I want to have a gifted shotgun transported across state lines
July 27, 2014 9:04 PM   Subscribe

My father is gifting me his shotgun. He and the gun are in Maryland. I am in New Mexico. Googling tells me that if he handed to me in person there would be no issues and no paperwork required. It also tells me that to be shipped interstate the gun can't be shipped to me directly but must be shipped to someone with an FFL. Apparently My father can ship it out even though he does not have an FFL but the recipient must be licensed.

1) is this correct?

2) if so, should I approach a gun store and ask them to receive the weapon on my behalf?

3) if 1 and 2, how much should I expect to pay the gun shop for this service?

4) if I'm going down the wrong path here, how should I have the gun sent from him to me?

We want the transfer to be as simple as possible on both ends.
posted by Warren Terra to Sports, Hobbies, & Recreation (5 answers total)
IANAL, but receiving a firearm here in Virginia is as described. The fee for an FFL holder to receive the firearm and do the paperwork ranges from $5 (if they know you, etc.) to $20.

If you google "find local FFL", most of the top hits will be free searchable databases of FFL holders near you. Call a few and ask what they charge to receive a firearm and how long it'll take them to complete the transfer to you once they have it in-hand.
posted by introp at 9:15 PM on July 27, 2014 [1 favorite]

from the url ..


In the following two quotes from that document, a "licensee" is (apparently) a holder of a FFL (Federal Firearms License); specifically:

Q: May a nonlicensee ship a firearm through the U.S. Postal Service?

A nonlicensee may not transfer a firearm to a non-licensed resident of another State. A nonlicensee may mail a shotgun or rifle to a resident of his or her own State or to a licensee in any State. The Postal Service recommends that long guns be sent by registered mail and that no marking of any kind which would indicate the nature of the contents be placed on the outside of any parcel containing firearms. Handguns are not mailable. A common or contract carrier must be used to ship a handgun.

[18 U.S.C. 1715, 922(a)(3), 922(a)(5) and 922 (a)(2)(A)]

Q: May a nonlicensee ship a firearm by common or contract carrier?

A nonlicensee may ship a firearm by a common or contract carrier to a resident of his or her own State or to a licensee in any State. A common or contract carrier must be used to ship a handgun. In addition, Federal law requires that the carrier be notified that the shipment contains a firearm and prohibits common or contract carriers from requiring or causing any label to be placed on any package indicating that it contains a firearm.

[18 U.S.C. 922(a)(2)(A), 922(a) (3), 922(a)(5) and 922(e), 27 CFR 478.31 and 478.30]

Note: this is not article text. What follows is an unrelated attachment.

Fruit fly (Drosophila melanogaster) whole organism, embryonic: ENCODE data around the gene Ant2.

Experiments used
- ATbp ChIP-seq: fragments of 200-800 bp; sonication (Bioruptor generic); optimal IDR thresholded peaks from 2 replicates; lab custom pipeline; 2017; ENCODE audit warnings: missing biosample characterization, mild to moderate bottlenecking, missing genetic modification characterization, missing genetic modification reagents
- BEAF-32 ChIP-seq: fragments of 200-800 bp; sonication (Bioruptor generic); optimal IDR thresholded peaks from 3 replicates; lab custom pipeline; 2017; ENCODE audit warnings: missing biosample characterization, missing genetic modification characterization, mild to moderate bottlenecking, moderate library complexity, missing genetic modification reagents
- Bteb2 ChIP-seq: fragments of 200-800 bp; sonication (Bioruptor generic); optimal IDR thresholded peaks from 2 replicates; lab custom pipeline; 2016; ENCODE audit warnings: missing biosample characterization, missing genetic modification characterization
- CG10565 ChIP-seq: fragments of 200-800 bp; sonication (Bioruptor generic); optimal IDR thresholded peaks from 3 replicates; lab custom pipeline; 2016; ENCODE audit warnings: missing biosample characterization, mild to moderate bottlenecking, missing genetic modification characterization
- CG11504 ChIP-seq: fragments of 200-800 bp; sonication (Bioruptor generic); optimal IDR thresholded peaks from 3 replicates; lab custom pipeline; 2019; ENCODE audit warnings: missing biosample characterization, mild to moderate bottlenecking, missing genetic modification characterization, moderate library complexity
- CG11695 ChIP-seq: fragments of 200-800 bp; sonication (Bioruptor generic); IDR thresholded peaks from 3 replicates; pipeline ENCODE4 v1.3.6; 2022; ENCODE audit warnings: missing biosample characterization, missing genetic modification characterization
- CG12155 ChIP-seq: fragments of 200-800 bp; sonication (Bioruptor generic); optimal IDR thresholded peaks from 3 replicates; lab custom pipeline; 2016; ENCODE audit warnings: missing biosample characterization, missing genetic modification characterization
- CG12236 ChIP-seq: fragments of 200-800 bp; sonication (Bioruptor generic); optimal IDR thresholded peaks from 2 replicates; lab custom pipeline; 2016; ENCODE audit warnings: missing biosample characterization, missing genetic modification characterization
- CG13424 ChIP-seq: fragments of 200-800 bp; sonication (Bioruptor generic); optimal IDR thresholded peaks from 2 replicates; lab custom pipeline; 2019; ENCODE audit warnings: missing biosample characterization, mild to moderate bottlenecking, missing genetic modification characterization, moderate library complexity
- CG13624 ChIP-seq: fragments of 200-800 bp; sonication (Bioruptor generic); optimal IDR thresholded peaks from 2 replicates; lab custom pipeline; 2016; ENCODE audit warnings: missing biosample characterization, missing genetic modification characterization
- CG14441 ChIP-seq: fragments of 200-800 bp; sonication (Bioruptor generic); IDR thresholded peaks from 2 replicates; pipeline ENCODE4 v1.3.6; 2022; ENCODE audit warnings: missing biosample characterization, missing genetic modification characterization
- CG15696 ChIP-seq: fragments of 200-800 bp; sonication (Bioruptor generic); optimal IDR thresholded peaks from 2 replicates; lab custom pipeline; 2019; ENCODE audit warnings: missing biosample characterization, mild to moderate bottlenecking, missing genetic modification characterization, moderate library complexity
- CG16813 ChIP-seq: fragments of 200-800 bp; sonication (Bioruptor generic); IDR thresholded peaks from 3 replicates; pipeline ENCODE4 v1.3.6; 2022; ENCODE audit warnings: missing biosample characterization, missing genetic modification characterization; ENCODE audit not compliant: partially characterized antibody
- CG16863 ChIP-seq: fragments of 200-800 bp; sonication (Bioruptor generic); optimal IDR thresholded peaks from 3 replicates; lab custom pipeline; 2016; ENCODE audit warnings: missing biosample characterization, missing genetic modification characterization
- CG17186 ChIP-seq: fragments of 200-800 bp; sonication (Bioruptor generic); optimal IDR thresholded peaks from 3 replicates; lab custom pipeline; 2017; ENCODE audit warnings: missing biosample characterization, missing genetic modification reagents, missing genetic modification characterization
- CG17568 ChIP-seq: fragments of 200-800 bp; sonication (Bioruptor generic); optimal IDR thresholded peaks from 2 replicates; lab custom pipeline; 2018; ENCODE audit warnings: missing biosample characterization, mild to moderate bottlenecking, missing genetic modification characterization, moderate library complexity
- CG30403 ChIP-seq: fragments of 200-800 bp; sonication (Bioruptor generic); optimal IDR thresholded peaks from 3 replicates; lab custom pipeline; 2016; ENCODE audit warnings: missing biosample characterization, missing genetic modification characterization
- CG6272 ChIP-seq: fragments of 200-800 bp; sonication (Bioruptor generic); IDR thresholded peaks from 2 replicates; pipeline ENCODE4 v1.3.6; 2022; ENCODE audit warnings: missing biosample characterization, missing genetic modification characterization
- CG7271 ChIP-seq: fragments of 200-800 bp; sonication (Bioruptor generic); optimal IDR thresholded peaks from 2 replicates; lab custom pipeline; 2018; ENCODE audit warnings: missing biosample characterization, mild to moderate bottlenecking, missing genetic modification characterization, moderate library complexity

So, 1) yes, 2) yes, 3) shop around, and get some quotes, and 4) no, it seems like you're heading down the right path.
posted by the Real Dan at 12:19 AM on July 28, 2014 [1 favorite]

The fee for an FFL holder to receive the firearm and do the paperwork ranges from $5 (if they know you, etc.) to $20.

I know someone with an FFL side business, and he charges about $50 (plus or minus, depending) for this. I'm sure there are places that charge less and others that charge more, but it's a normal thing that people are familiar with.
posted by Dip Flash at 6:04 AM on July 28, 2014

Going through a gun shop or gun range is absolutely a standard way of doing this. I'm not sure what current pricing would be, but call a place or two in your area. (Try ranges, as well, even if they don't sell firearms; if they don't receive they'd probably be able to refer you to someone who does.)
posted by jammer at 6:33 AM on July 28, 2014

Yep, you go through an FFL holder in your state who receives the gun and does the paperwork to transfer it to you.

Here is a search engine that will let you find local FFLs by zip code.

Many times there are very small local operations who basically make some side money by doing FFL transfers to complete inter-personal transfers like yours, internet sales, etc. They typically charge less than a gun store with a big storefront and lots of inventory, etc. Some storefronts like that will hassle you over doing an FFL transfer because they want you to buy from their shop (although probably less you than someone buying from GunBroker, because you're just taking ownership of an heirloom, not using the Internet to undercut their profit margin).

Anyway, that's what I'd do. Find someone non-sketchy and cheap.
posted by Kadin2048 at 10:30 AM on July 28, 2014

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